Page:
We all know that alternating current, AC, won out, with almost all homes and businesses powered by some form of AC. Why is that? Voltage, strictly speaking it is called electric potential difference, is a measure of the energy per charge. Different devices use different voltages. While it is easier to directly use DC, it turns out that it is much easier to efficiently transform between different voltages with AC, and in the end that was the deciding factor. It also is easier to convert AC to DC for devices, such as electronics, that operate from DC voltages.

Nikola Tesla

So who was Nikola Tesla? He was an inventor and electrical engineer, born in Serbia, although he lived much of his life in the USA. He worked at Westinghouse Electric, and many key patents including AC induction motors, polyphase AC electrical networks, and generators are his work. He also did early work in X-ray imaging, and several other areas. The unit for magnetic flux density is called the Tesla in his honour.

Electric Cars: Early Roots

When you think of electric cars, the first thing that comes to mind is probably a Tesla or some other current electric car. Electric cars have a very long history, however. There were numerous early attempts to make an electrified carriage, with the models produced by William Morrison in Iowa in about 1890 among the first successful ones. In 1900 electric vehicles made up one-third of all vehicles.

Then, with cheap gasoline and lack of attention to human-induced climate change, internal combustion engine vehicles dominated. However, now we are on a path to a world that will soon be dominated by electric vehicles. This article shows the growth of electric vehicles globally.

The Tesla Domain Name Sale

The effort, and long acquisition process, that Elon Musk took to secure the domain name Tesla.com is well known. James Iles has written up the key points in the case study Why Musk Acquired Tesla.com for $11 Million. What we now considered Tesla, at that time operated on TeslaMotors.com. With Tesla broadening into rooftop solar and power storage and conversion devices for homes, Musk wanted the name Tesla that did not box the company in the way that TeslaMotors.com did.

On the NamePros Blog, @James Iles interviewed Stuart Grossman, who held the name and ultimately sold it to Tesla. At that time, the exact price was covered by a NDA, so was not mentioned, but it was later revealed.

Domain Names and Electrical Units

The Tesla case is a well-established company seeking to upgrade their name, and is therefore not directly relevant to name acquisitions by startups in the electric sector. Also, the name had previously been successfully defended in an UDRP attempt, not from Tesla Motors but an unrelated company with the name Tesla. That helped to establish the domain name would need to be purchased to be obtained.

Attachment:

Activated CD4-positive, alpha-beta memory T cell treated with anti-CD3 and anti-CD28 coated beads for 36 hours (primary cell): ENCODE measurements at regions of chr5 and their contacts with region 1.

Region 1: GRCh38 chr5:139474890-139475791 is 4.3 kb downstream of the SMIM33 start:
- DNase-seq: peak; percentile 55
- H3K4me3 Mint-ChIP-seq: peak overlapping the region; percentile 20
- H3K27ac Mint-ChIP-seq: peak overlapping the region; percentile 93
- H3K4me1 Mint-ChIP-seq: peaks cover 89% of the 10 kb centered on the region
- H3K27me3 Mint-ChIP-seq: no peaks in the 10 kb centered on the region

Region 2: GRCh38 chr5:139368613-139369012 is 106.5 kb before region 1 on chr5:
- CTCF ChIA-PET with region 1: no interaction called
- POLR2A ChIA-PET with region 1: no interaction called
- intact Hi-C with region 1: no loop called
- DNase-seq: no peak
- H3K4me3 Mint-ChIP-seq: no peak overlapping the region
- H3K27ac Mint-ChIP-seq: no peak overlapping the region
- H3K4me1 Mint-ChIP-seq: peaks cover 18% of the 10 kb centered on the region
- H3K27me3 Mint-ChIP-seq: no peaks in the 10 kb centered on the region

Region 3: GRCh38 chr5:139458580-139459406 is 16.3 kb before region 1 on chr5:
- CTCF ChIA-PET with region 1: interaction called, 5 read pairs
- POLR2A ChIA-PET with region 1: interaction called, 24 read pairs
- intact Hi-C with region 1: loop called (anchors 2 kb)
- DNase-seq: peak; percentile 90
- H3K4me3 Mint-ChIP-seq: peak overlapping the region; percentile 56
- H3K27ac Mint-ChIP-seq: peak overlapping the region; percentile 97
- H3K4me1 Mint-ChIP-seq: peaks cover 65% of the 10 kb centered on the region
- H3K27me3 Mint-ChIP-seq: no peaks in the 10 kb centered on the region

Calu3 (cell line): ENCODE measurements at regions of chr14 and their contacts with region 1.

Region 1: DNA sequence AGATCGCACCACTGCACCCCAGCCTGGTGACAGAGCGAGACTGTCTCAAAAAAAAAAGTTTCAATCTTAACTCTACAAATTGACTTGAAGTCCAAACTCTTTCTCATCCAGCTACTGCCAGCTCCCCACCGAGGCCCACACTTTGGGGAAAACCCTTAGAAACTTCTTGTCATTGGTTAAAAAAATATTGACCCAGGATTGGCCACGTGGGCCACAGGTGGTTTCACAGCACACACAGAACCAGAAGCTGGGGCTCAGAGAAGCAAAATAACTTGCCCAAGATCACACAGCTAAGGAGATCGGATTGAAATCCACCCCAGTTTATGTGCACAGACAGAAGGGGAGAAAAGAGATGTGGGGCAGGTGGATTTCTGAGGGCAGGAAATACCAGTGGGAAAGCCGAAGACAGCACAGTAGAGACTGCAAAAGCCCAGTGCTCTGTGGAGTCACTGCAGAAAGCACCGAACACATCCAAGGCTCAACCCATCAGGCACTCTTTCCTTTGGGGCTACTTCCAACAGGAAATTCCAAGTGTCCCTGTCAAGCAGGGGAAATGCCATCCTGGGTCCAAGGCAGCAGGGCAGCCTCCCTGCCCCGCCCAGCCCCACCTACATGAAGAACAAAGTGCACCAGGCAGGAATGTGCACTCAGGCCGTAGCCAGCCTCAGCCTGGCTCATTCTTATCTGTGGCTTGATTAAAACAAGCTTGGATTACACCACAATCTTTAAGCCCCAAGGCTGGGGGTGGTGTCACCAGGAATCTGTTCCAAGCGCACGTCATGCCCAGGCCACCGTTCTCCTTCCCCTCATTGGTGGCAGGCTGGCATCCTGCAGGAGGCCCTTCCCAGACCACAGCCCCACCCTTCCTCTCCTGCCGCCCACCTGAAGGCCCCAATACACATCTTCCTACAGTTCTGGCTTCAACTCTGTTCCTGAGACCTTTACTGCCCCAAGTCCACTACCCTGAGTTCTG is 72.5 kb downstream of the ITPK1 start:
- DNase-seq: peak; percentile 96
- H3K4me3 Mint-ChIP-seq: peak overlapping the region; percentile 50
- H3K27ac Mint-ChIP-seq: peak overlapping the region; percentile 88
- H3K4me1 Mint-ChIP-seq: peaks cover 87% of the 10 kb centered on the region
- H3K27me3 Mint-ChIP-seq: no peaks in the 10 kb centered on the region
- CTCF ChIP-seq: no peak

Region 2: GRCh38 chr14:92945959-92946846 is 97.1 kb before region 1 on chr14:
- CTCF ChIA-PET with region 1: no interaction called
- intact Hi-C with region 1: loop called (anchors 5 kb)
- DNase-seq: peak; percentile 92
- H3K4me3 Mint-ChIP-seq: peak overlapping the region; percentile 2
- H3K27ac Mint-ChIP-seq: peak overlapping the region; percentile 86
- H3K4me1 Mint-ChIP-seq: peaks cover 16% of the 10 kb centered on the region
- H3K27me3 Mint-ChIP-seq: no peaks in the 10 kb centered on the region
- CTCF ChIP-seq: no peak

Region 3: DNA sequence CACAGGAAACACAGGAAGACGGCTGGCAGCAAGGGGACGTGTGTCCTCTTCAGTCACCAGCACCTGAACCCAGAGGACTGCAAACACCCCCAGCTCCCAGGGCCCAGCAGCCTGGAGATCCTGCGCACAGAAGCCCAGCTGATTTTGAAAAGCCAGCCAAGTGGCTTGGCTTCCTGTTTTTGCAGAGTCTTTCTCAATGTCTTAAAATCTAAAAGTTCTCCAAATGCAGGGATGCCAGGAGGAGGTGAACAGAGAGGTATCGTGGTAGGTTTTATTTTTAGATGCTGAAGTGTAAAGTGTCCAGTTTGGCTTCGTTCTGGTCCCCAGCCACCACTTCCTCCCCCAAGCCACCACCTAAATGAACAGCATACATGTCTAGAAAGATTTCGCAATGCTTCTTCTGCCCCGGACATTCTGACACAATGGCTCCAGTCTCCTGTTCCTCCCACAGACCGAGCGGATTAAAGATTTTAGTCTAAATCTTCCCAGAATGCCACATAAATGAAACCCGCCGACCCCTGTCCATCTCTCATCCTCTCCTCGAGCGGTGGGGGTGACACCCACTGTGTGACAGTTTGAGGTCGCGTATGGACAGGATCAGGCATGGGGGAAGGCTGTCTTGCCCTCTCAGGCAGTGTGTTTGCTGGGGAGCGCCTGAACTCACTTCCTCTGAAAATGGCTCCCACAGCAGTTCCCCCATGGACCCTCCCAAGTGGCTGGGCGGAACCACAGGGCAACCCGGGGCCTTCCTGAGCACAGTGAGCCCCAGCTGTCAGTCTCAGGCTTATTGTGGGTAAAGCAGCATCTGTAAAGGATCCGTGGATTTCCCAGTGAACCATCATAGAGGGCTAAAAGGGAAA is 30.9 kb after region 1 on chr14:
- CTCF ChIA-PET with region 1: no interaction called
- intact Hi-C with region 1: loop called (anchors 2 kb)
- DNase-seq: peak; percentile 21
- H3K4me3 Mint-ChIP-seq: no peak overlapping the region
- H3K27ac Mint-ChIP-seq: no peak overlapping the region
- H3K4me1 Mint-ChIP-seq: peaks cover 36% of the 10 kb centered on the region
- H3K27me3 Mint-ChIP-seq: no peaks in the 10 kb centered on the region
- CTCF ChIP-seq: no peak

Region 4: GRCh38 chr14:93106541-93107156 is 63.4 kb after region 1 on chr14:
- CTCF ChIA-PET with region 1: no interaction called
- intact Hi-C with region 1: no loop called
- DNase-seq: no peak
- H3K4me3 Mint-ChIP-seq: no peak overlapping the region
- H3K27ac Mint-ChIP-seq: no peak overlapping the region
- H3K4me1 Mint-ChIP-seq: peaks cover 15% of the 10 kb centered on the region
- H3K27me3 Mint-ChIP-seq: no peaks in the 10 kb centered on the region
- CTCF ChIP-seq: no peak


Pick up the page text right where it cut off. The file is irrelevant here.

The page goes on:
We are currently seeing significant expansion in electrified vehicles of all types. Has that translated into increased demand, and worth, of related domain names?

Let’s have a look at names that, like Tesla, are both the last name of a well-known electrical scientist or inventor, and also the name of an official electrical unit of measurement. You can see a full list of units in this article on International System of Units. Scroll down to the table SI derived units. I have reduced the set below to include only names with an electrical relationship.

unit
meaning
active OCs
TLDs
related
.com status
“ “ Results (M)
Ampere
current​
1,259​
137​
9,289​
in use​
64.6​
Coulomb
charge​
142​
50​
547​
redirect, parked​
35.8​
Farad
capacitance​
95​
66​
4,200​
no lander​
6.9​
Henry
inductance​
24,103​
282​
44,092​
in use​
1780.0​
Hertz
frequency​
2,293​
320​
9,983​
in use​
72.4​
Joule
energy​
711​
133​
3,197​
parked​
53.1​
Ohm
resistance​
2,560​
220​
50,739​
no lander​
82.6​
Tesla
flux density​
2,698​
586​
42,202​
in use​
777.0​
Volt
potential​
3,097​
309​
73,650​
in use​
290.0​
Watt
power​
3,413​
230​
52,270​
in use​
238.0​
Weber
magnetic flux​
12,139​
349​
32,607​
in use​
334.0​

The data in the table is as follows:
  • Unit official name (note in some cases this is different than the scientist, e.g. volt and Volta, or farad and Faraday).
  • Brief description of meaning.
  • Number of active Open Corporates company and organization listings. Note this includes in addition to current names, also known as, and former names.
  • Number of extensions the exact electrical term is registered, as obtained from DotDB.
  • Number of related domain names registered, that is longer names that include this term. That information is also via DotDB.
  • I tried to visit the .com of each name, to see the current status. For names without a lander, I also searched on Sedo and Afternic, without luck, to see if the name was for sale.
  • Number of Google results when the term is placed in quotation marks, expressed in millions. Note this number varies somewhat with searcher and date of search, but these should provide valid ordering information on popularity of the different terms.
Of course, some terms like Henry have a meaning unrelated to electrical.

Electric Vehicle Market Projections

Clearly the electric vehicle market is experiencing dramatic growth. Vantage Market Research estimates that the electric vehicle market, currently at about $193 billion revenue per year, will grow to more than $693 billion per year by 2030, a growth rate of 17.3% CAGR.

Electric Charging Station Market

With electric auto manufacturing dominated by existing automotive manufacturers, there may be limited opportunities to tap directly into that with domain name sales.